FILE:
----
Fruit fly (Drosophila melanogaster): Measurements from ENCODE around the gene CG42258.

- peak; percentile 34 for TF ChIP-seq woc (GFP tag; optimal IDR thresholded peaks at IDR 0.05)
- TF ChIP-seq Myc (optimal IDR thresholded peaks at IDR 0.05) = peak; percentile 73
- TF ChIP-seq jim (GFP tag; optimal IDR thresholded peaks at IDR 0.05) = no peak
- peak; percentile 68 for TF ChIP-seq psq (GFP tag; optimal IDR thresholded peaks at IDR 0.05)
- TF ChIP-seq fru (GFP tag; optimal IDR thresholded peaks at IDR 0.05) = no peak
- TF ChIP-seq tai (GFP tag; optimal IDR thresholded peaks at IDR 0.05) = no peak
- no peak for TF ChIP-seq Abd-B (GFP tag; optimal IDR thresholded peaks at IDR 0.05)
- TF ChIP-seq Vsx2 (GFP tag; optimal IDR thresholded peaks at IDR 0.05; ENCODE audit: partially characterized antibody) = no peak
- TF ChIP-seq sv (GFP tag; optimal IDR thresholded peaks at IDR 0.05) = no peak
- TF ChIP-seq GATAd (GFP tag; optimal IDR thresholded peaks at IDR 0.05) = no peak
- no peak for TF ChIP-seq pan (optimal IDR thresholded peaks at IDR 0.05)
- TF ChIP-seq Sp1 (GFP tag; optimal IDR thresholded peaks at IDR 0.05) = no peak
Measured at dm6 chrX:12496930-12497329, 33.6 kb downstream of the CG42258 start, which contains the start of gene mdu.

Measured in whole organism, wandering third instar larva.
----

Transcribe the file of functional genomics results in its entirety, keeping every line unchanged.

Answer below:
Fruit fly (Drosophila melanogaster): Measurements from ENCODE around the gene CG42258.

- peak; percentile 34 for TF ChIP-seq woc (GFP tag; optimal IDR thresholded peaks at IDR 0.05)
- TF ChIP-seq Myc (optimal IDR thresholded peaks at IDR 0.05) = peak; percentile 73
- TF ChIP-seq jim (GFP tag; optimal IDR thresholded peaks at IDR 0.05) = no peak
- peak; percentile 68 for TF ChIP-seq psq (GFP tag; optimal IDR thresholded peaks at IDR 0.05)
- TF ChIP-seq fru (GFP tag; optimal IDR thresholded peaks at IDR 0.05) = no peak
- TF ChIP-seq tai (GFP tag; optimal IDR thresholded peaks at IDR 0.05) = no peak
- no peak for TF ChIP-seq Abd-B (GFP tag; optimal IDR thresholded peaks at IDR 0.05)
- TF ChIP-seq Vsx2 (GFP tag; optimal IDR thresholded peaks at IDR 0.05; ENCODE audit: partially characterized antibody) = no peak
- TF ChIP-seq sv (GFP tag; optimal IDR thresholded peaks at IDR 0.05) = no peak
- TF ChIP-seq GATAd (GFP tag; optimal IDR thresholded peaks at IDR 0.05) = no peak
- no peak for TF ChIP-seq pan (optimal IDR thresholded peaks at IDR 0.05)
- TF ChIP-seq Sp1 (GFP tag; optimal IDR thresholded peaks at IDR 0.05) = no peak
Measured at dm6 chrX:12496930-12497329, 33.6 kb downstream of the CG42258 start, which contains the start of gene mdu.

Measured in whole organism, wandering third instar larva.